This state of hoping, but not knowing, is the cross that the person who chooses, existentially, to have religious faith carries. If the Sisyphus futility path of atheism is hard, the religious hope path has its own difficulties (at least to the thoughtful person going into it with eyes wide open). It’s why so many people turn to apologetic literature. Apologetic literature is a cop-out. It’s an epidural. It makes the correctness of religious claims appear (superficially) more plausible than they really are. It eases people’s eyes away from the harsh fact of their true state of knowledge concerning God’s existence, which is this: it’s uncertain.  

As for the second type of praying (goodie praying), I’m less happy about that. If you pray with the object of moving the divine to an action in this world, you are (in my view) engaging in an intellectual error.


Because you can never know whether a good outcome was, in fact, the result of praying or not. You cannot run your life twice, once with a prayer and once without a prayer. To assume that God has ever answered one of your prayers is a correlation-causation fallacy.

Insofar as you know, every prayer you’ve ever offered to God, even those that came out exactly as you hoped, have had ZERO impact on what actually happened in the world.

Here’s an analogy:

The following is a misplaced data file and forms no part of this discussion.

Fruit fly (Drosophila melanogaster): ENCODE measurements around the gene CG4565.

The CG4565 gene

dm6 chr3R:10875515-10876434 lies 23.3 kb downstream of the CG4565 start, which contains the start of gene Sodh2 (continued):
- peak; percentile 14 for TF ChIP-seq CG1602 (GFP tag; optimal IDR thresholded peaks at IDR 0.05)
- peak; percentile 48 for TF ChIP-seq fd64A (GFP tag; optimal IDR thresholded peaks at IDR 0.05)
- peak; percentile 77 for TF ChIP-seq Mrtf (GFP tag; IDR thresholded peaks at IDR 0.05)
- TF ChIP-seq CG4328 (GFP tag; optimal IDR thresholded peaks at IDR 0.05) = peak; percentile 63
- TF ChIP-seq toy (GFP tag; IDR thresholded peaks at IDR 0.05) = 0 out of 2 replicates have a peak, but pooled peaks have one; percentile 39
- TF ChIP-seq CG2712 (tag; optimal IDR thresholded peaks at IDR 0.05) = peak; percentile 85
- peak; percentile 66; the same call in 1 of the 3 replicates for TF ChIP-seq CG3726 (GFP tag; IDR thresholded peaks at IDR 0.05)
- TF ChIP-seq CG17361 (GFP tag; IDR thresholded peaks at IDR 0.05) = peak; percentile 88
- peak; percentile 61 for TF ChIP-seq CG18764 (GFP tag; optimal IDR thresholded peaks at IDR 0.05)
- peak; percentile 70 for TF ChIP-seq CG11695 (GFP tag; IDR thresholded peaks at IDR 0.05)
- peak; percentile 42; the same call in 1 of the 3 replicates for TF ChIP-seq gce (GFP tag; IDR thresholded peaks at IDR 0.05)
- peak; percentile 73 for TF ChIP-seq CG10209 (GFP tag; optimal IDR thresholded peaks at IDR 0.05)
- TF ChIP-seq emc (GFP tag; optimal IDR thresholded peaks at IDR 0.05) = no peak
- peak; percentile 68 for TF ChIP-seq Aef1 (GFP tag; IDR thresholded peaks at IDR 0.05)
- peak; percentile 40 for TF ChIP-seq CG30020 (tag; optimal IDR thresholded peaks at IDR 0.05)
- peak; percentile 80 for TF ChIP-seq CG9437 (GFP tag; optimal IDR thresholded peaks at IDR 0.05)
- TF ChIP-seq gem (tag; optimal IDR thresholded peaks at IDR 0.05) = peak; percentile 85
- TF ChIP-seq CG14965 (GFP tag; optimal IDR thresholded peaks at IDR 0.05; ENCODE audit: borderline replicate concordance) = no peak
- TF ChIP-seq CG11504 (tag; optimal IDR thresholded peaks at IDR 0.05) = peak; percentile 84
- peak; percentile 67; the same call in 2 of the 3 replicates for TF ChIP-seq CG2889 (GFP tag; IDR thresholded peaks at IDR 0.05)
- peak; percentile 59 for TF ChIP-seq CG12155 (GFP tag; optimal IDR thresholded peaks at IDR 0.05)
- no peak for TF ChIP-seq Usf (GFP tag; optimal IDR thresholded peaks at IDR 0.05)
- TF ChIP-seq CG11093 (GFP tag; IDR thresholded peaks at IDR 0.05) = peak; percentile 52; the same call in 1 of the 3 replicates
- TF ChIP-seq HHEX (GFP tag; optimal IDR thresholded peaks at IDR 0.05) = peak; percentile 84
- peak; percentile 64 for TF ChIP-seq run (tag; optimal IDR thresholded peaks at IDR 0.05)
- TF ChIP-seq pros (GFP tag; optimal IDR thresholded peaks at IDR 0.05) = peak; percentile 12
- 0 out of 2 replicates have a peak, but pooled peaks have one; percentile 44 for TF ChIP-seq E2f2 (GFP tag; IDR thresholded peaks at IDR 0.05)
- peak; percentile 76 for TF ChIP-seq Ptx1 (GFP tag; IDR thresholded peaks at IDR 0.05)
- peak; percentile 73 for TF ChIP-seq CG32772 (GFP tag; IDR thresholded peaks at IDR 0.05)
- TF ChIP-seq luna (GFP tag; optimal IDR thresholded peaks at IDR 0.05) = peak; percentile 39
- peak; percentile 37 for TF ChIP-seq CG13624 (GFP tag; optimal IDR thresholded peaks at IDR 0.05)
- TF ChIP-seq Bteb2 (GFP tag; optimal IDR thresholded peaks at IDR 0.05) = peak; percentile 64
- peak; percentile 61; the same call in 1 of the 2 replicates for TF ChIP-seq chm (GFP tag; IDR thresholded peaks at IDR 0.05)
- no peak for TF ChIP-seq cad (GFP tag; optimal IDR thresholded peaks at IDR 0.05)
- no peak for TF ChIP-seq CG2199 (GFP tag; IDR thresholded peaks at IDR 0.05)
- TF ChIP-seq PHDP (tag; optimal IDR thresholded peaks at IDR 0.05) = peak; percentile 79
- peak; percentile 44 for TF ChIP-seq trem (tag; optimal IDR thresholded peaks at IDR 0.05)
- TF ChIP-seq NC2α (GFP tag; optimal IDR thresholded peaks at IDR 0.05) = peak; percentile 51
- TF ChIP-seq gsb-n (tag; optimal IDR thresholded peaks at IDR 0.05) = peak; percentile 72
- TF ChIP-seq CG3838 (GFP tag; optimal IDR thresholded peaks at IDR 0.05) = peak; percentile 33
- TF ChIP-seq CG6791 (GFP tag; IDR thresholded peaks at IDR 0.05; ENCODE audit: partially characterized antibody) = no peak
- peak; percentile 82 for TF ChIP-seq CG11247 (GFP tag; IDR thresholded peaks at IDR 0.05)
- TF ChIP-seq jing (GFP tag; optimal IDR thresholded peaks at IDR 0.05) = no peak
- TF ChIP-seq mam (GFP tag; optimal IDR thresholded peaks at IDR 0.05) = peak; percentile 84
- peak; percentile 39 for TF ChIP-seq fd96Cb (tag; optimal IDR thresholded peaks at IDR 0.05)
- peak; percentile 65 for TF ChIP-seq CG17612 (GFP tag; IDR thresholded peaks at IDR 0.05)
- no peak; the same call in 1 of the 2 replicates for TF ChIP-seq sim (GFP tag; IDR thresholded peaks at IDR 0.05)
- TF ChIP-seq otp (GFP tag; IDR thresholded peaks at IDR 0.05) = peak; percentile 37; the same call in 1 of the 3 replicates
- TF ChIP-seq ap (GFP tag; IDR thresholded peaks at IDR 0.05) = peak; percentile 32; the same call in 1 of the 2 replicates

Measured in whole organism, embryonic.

Imagine a woman praying to a closed black box on a table. She has given herself over, by faith, to the following proposition: there is something quite wonderful in the box—something holy—the Holy of Holies. She believes that a great nonmaterial Mind dwells in there, and that the box is its home. She thinks this Mind is deeper and closer to the ontological mystery than her own mind (which she also intuitively experiences as powerful, special, and somehow eternal). She is told that the inside of the box was viewed once, three generations ago, and that it is extraordinarily beautiful inside, with otherworldly jewels on its inner walls that are beyond pricing. The box, however, is no longer openable and there is little evidence that there is anything actually in it. It’s not very heavy and nothing rattles inside when it is moved. Still, the woman places all of her existential burdens on the box and also sometimes asks its (supposedly) indwelling Mind for goodies. Just looking at the box gives her comfort. Objectively, she does not know, and can never know, whether she is praying to a real Mind in the box. She also doesn’t know whether she really has a personal relationship with that Mind. Her inner experiences with the box, while vivid and seeming real to her, might all just be in her head. It might be that she has an empty box before her. This is what her husband and son think.